Non-Swimming Rate For Latino Children High – Safety Tips That Could Save a Life


By Karen Cortés
Pools across Connecticut are opening every day, and beaches are full of families ready for a break from the heat. Swimming is a healthy activity for people of all ages, but can also be a hazard when participants don’t have strong swimming skills or take to the water unsupervised.
Drowning is the leading cause of death of children under five, and Latino and African American children are even more at risk of drowning than their white peers. According to a USA Swimming study completed by the University of Memphis’ Department of Health and Sports Sciences, 31 percent of the white respondents could not swim safely, compared to 58 percent of African American respondents. The non-swimming rate for Latino children was almost as high — 56 percent.
Experts at the YMCA of Greater Hartford encourage parents to make sure that every member of the family can swim, regardless of race, or whether a family lives one block for 50 miles from the water.
Mike Kerrigan is the aquatics risk manager for the YMCA of Greater Hartford. Kerrigan says that the greatest water safety assurance comes from adopting and practicing as many water safety measures as possible. “Parents should stay alert and always stay within arm’s reach of children, and learn and practice water safety skills,” says Kerrigan. “Discuss water safety before anyone sets foot in or near the water—and regularly over the course of the summer.”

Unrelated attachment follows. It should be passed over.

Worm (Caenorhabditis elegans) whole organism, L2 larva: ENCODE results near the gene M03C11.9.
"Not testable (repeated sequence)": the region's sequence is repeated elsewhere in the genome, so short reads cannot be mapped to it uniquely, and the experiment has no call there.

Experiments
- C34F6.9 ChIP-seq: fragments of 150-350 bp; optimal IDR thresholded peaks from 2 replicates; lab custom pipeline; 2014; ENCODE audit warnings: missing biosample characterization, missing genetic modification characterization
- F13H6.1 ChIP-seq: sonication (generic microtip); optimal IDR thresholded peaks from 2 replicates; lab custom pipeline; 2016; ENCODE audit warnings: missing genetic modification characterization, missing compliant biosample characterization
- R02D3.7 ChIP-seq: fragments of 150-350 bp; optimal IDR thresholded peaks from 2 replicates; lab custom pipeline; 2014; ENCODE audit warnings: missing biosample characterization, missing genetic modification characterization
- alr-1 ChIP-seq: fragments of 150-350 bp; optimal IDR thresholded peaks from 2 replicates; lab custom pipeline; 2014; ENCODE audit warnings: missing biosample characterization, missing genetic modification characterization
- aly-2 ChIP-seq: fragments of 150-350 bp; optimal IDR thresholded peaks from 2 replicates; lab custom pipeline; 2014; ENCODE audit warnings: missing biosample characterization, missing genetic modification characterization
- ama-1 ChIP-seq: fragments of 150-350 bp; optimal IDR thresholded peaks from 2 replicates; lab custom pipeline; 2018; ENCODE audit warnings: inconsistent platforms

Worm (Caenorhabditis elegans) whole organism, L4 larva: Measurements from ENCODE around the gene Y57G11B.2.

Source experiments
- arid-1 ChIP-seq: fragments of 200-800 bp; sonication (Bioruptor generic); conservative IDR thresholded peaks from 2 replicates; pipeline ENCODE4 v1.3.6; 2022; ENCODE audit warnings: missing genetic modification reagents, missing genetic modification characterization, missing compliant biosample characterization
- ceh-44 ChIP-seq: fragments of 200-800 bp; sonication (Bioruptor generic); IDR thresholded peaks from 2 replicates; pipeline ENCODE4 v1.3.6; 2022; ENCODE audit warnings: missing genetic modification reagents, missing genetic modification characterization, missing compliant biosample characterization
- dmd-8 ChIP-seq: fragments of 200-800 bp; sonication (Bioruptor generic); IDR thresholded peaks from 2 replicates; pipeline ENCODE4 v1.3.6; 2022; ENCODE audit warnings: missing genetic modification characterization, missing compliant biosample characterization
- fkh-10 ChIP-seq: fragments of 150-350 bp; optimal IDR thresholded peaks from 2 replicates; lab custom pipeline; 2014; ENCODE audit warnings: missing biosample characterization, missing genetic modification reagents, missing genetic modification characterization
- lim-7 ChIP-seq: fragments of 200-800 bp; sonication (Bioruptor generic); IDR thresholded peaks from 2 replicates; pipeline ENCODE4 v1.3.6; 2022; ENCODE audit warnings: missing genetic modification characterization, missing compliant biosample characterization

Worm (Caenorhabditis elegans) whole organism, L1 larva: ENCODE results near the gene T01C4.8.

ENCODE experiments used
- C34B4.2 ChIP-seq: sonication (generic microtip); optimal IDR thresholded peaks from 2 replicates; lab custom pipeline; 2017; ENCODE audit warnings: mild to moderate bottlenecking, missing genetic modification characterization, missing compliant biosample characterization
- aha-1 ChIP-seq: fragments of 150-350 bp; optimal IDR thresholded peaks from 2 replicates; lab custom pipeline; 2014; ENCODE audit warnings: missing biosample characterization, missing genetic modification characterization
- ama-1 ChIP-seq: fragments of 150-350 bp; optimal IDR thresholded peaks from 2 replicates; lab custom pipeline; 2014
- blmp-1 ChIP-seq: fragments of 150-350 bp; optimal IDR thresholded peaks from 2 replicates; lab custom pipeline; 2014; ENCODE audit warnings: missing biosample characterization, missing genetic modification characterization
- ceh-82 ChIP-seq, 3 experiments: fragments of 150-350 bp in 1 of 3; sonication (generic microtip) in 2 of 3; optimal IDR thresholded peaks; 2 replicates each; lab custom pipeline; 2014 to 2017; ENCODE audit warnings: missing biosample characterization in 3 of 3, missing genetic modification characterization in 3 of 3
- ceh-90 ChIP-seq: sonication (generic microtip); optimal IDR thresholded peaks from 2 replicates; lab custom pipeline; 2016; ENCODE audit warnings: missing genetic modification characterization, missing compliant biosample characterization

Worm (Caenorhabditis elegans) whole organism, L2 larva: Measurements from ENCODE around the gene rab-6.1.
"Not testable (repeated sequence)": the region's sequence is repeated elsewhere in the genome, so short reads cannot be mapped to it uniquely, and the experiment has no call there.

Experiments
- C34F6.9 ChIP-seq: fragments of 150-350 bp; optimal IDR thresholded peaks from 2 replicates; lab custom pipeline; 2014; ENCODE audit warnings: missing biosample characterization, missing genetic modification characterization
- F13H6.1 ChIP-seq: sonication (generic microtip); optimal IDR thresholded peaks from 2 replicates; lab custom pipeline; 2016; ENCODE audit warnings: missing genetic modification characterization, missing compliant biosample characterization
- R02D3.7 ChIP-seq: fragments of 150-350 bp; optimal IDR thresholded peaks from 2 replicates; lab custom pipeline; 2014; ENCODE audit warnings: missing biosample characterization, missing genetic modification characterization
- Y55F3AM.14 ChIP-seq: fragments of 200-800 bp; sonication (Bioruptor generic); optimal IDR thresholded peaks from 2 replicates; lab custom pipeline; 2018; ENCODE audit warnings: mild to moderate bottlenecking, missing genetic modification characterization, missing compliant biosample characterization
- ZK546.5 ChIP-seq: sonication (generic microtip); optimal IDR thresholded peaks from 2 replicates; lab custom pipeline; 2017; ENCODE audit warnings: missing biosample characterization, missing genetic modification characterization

He suggests that adults prepare to respond to an emergency by knowing how to perform CPR, and having the appropriate equipment to stay safe near water.
Water safety rules are for everyone:

  • Remind your children that they should never swim alone, whether they are novice swimmers or junior Olympians.
  • Be sure everyone in your family knows to respect fellow swimmers by not roughhousing, pushing, or touching others in or near the water.
  • Watch the kids– and teens, too. Limit the number of rafts and other floatation devices in the pool. They can obstruct your view, especially of small swimmers.
  • Choose swimming areas with professional lifeguards on duty, but remember that you are the best line of defense for your kids.
  • As tempting as an afternoon drink is on a hot summer day, you lessen your ability to think and act quickly in an emergency.

Preparing your family for water safety can ensure that your pre-schooler doesn’t panic when he or she slips underwater, that you ten-year old knows better than to dive into shallow water, that your teenager will think twice about slipping off to swim in an unsupervised watering hole, or that your adult child doesn’t drink and swim.
Swimming lessons are essential to saving lives. Lessons are available through many municipal and community centers, including the YMCA of Greater Hartford, or your local Y, which offer swim lessons for all ages, including parent and child classes, water safety, and certification classes. For more information, visit
(Photo by John Yavuz Can via Flickr)